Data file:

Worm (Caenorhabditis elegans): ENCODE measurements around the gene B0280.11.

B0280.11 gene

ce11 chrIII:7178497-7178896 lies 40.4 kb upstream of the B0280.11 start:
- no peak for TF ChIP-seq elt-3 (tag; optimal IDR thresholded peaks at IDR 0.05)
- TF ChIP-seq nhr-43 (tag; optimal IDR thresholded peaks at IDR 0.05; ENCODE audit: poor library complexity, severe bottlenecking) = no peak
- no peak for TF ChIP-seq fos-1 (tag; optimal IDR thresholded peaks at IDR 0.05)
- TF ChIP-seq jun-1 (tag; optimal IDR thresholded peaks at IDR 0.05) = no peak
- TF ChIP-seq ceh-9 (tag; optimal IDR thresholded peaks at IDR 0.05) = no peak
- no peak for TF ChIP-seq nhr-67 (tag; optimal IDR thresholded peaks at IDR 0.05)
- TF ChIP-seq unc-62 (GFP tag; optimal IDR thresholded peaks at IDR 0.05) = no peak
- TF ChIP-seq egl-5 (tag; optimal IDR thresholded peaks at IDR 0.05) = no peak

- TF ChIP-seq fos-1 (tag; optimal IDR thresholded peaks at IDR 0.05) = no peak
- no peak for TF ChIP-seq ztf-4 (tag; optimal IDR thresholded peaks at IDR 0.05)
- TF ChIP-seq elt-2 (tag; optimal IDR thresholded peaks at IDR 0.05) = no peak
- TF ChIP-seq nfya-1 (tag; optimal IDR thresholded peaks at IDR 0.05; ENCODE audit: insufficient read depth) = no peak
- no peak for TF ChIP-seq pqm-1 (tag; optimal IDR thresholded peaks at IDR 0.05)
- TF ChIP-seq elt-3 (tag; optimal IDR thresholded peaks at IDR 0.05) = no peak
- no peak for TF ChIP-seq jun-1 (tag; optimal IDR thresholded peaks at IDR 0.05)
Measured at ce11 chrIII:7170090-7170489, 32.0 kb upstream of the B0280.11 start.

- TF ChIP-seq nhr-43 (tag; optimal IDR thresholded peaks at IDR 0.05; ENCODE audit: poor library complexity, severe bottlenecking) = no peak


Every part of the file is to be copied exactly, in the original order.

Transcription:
Worm (Caenorhabditis elegans): ENCODE measurements around the gene B0280.11.

B0280.11 gene

ce11 chrIII:7178497-7178896 lies 40.4 kb upstream of the B0280.11 start:
- no peak for TF ChIP-seq elt-3 (tag; optimal IDR thresholded peaks at IDR 0.05)
- TF ChIP-seq nhr-43 (tag; optimal IDR thresholded peaks at IDR 0.05; ENCODE audit: poor library complexity, severe bottlenecking) = no peak
- no peak for TF ChIP-seq fos-1 (tag; optimal IDR thresholded peaks at IDR 0.05)
- TF ChIP-seq jun-1 (tag; optimal IDR thresholded peaks at IDR 0.05) = no peak
- TF ChIP-seq ceh-9 (tag; optimal IDR thresholded peaks at IDR 0.05) = no peak
- no peak for TF ChIP-seq nhr-67 (tag; optimal IDR thresholded peaks at IDR 0.05)
- TF ChIP-seq unc-62 (GFP tag; optimal IDR thresholded peaks at IDR 0.05) = no peak
- TF ChIP-seq egl-5 (tag; optimal IDR thresholded peaks at IDR 0.05) = no peak

- TF ChIP-seq fos-1 (tag; optimal IDR thresholded peaks at IDR 0.05) = no peak
- no peak for TF ChIP-seq ztf-4 (tag; optimal IDR thresholded peaks at IDR 0.05)
- TF ChIP-seq elt-2 (tag; optimal IDR thresholded peaks at IDR 0.05) = no peak
- TF ChIP-seq nfya-1 (tag; optimal IDR thresholded peaks at IDR 0.05; ENCODE audit: insufficient read depth) = no peak
- no peak for TF ChIP-seq pqm-1 (tag; optimal IDR thresholded peaks at IDR 0.05)
- TF ChIP-seq elt-3 (tag; optimal IDR thresholded peaks at IDR 0.05) = no peak
- no peak for TF ChIP-seq jun-1 (tag; optimal IDR thresholded peaks at IDR 0.05)
Measured at ce11 chrIII:7170090-7170489, 32.0 kb upstream of the B0280.11 start.

- TF ChIP-seq nhr-43 (tag; optimal IDR thresholded peaks at IDR 0.05; ENCODE audit: poor library complexity, severe bottlenecking) = no peak